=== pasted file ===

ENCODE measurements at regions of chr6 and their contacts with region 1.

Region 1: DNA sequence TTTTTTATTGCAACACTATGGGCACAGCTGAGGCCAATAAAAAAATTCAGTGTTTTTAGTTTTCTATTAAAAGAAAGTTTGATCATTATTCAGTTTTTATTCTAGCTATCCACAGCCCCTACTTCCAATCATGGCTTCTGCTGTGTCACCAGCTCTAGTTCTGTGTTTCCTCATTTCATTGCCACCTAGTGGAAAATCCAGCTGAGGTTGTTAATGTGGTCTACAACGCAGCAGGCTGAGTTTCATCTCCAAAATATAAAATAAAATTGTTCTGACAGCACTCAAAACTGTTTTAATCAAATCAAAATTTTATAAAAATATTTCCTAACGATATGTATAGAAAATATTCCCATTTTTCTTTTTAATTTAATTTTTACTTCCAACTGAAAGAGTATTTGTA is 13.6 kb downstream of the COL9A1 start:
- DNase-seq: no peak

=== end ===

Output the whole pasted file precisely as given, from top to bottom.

ENCODE measurements at regions of chr6 and their contacts with region 1.

Region 1: DNA sequence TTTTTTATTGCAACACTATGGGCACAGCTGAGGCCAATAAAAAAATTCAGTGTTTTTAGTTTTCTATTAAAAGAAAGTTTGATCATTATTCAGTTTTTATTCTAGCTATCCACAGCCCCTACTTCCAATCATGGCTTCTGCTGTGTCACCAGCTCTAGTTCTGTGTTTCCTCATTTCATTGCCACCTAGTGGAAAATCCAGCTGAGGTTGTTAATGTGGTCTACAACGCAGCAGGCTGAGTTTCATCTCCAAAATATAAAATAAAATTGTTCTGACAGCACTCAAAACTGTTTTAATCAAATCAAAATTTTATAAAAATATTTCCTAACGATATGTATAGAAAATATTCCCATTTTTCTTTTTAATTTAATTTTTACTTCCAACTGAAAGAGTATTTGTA is 13.6 kb downstream of the COL9A1 start:
- DNase-seq: no peak